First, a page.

Picture the scene, you’re on a busy commuter train and the person opposite you suddenly starts clutching at their chest, their breathing becomes rapid and their skin turns an ashen shade of grey. Would you know what’s wrong? And would you know what to do? This person is having a heart attack… they could die. Someone needs to act, and act fast to assist them and potentially save their life.
It is for this very reason, that I have just completed a 3 day Emergency First Aid course with Green Cross Training. The course was paid for by my employer, and means I am now a first aider at work. But the potential benefit runs deep, and could be felt at any moment. Whether that is on a commute, at a family event, or on indeed on a boat on the Clipper Race – which was another major motivation for undertaking this training. The skills learnt, are life skills.
3 days seems a lot, but it simply meant we covered a lot! From toddler and baby CPR, through to strokes, burns, broken bones, amputations, chemical inhalation, panic attacks, asthma, and just about everything in between. This course was thorough, broad and at times grim.
On the Clipper Race most boats suffer injuries, whether that be broken ribs, head injuries, or minor cuts. There was even a heart attack on the last edition. And now, I am thankful that I would know what to do in these situations. I would be able to keep calm, and assist or even lead in dealing with the medical side of these incidents if I needed to.
I have previously had first aid training as part of becoming a rescue diver many years ago, but this was an excellent refresher and was much more in depth. The classroom setting was a bit dark and dingy, but the content was highly engaging. With stories being told by my training peers of major incidents they’ve had to deal with over the years.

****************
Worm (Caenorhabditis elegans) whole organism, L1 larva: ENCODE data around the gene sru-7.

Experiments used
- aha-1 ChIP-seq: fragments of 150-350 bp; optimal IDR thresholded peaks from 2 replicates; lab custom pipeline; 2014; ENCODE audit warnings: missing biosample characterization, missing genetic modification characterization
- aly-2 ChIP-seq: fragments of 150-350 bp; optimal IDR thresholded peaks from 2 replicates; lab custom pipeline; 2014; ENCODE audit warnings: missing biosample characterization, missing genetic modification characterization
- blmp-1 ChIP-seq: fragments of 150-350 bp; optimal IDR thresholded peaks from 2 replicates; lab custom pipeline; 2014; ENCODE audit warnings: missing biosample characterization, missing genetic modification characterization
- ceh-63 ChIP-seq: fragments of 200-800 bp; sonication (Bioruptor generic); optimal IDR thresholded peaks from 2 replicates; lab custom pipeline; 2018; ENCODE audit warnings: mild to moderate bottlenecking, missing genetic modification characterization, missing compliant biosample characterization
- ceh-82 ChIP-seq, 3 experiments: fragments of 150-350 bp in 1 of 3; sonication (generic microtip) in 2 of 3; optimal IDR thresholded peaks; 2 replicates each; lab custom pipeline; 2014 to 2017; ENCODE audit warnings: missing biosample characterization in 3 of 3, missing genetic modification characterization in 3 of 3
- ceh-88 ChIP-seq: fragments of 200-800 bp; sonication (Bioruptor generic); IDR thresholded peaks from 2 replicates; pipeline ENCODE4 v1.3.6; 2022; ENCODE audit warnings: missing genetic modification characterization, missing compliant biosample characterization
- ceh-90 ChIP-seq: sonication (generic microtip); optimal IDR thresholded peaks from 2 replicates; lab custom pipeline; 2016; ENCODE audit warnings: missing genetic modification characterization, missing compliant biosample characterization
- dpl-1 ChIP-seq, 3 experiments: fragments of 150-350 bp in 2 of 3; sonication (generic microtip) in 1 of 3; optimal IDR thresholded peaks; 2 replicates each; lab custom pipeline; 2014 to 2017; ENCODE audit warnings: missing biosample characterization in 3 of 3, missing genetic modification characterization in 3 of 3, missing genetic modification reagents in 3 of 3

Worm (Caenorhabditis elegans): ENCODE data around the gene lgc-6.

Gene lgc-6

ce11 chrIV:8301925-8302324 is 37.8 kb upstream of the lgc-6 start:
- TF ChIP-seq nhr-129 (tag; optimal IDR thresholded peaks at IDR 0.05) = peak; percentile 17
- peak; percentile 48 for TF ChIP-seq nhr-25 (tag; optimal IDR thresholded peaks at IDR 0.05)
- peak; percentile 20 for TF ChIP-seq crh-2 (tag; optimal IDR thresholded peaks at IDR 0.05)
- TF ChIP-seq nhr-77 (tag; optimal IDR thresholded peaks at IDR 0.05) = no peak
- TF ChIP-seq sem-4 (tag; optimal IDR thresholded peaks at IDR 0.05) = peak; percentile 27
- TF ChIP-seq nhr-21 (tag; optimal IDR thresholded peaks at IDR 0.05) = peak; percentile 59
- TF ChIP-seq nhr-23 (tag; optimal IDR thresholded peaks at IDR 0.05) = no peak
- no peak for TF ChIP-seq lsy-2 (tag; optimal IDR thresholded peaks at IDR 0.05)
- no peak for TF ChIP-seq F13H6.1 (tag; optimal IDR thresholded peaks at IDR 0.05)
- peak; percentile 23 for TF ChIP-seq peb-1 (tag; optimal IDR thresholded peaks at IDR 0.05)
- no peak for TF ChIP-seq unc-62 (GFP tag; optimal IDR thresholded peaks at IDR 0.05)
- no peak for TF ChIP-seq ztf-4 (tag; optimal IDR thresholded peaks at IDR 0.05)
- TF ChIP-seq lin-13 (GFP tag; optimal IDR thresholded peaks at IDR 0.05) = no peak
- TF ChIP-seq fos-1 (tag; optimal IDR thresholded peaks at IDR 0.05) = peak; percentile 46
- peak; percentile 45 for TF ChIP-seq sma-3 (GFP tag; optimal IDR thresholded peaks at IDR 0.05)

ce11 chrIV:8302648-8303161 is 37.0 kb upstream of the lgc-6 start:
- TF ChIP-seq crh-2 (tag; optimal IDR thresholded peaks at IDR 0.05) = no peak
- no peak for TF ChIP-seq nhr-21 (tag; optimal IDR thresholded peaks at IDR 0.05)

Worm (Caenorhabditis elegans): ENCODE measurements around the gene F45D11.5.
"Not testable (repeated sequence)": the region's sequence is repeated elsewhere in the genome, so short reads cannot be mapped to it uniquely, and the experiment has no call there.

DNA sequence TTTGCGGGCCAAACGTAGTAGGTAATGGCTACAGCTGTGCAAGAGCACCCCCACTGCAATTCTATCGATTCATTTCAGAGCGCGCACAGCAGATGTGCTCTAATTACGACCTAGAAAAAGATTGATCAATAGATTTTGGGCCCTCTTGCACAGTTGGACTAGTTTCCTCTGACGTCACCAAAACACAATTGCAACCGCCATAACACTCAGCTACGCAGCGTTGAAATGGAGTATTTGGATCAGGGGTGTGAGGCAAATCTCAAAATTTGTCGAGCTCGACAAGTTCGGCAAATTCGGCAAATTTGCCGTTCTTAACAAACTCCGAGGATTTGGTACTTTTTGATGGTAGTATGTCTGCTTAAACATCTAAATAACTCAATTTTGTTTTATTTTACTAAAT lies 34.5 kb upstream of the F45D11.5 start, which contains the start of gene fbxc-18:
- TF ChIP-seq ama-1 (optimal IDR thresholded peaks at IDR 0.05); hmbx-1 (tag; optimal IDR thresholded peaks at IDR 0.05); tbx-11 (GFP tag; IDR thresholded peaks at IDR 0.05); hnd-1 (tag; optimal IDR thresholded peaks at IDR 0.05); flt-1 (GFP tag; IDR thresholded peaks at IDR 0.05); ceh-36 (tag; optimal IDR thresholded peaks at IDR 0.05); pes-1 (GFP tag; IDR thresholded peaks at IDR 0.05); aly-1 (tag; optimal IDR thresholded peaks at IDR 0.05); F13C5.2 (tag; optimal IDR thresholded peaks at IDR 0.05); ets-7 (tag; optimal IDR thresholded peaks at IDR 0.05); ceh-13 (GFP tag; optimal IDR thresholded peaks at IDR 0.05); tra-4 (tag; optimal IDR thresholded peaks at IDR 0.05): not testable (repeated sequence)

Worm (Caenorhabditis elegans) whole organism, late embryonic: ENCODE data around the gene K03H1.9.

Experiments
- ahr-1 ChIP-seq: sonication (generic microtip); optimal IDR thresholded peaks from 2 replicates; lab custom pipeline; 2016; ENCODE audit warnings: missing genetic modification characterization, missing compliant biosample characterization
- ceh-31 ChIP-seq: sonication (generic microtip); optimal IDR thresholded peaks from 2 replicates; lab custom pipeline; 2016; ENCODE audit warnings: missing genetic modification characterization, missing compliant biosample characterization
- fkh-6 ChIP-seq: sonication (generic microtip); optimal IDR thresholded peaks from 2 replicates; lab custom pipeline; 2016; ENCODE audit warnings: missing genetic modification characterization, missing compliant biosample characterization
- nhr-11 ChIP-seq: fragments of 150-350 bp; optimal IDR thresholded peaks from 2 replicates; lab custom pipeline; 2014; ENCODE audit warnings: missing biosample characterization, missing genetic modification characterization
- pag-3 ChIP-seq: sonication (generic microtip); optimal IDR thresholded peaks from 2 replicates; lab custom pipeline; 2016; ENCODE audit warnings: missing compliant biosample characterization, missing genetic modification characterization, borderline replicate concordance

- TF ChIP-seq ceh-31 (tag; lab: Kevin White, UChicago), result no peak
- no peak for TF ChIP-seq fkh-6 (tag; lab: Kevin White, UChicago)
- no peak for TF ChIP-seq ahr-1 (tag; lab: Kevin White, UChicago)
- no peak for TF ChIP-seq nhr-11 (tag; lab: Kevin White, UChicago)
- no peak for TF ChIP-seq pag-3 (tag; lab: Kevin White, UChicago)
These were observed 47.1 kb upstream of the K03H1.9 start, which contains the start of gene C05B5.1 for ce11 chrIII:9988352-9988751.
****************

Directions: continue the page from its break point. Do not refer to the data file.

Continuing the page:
There were 8 of us on the training, and 5 of those worked in Tesco’s stores. They described how one customer collapsed and died in store, another took an overdose, someone else had an epileptic fit, and so it went on and on. They were un-phased and professional, they had real life experience of carrying out CPR and dealing with emergencies. It is just part of their day job, hundreds of feet pass through the store doors each day, each of those is a potential casualty and they are ever prepared, I was very impressed.
One fun part of the course was the role playing – half the class would leave the room, and the other half would enact a scene. The half that had left had to return, work out what had happened and deal with it. We had everything from choking, to electrocution, to a hand amputation, a finger amputation, and perhaps the most difficult, a ‘deaf’ person that was having a heart attack!
The toddler and baby CPR hit home to everyone, holding a fragile doll and applying 2 finger CPR, we all hope that that is a skill we never have to use. Other elements of the course hit home to each individual for their own reasons, for me it was talking about strokes and seizures – a good friend suffered a stroke 2 years ago and so I listened intently to this, learning exactly what to do, all too aware of the consequences of a stroke. And seizures also struck a chord, as two of my children suffer with shock seizures, and I know how frightening this experience can be for witnesses.
Having now completed this training, I believe more than ever that first aid should be taught in schools, so everyone is equipped with some of these basic skills – even if it is just CPR and de-fibrillation that is taught. Everyone should have that basic level. I’m certainly pleased I’ve done the 3 day first aid course, and feel confident and prepared to help others as and when needed, which hopefully isn’t any time soon.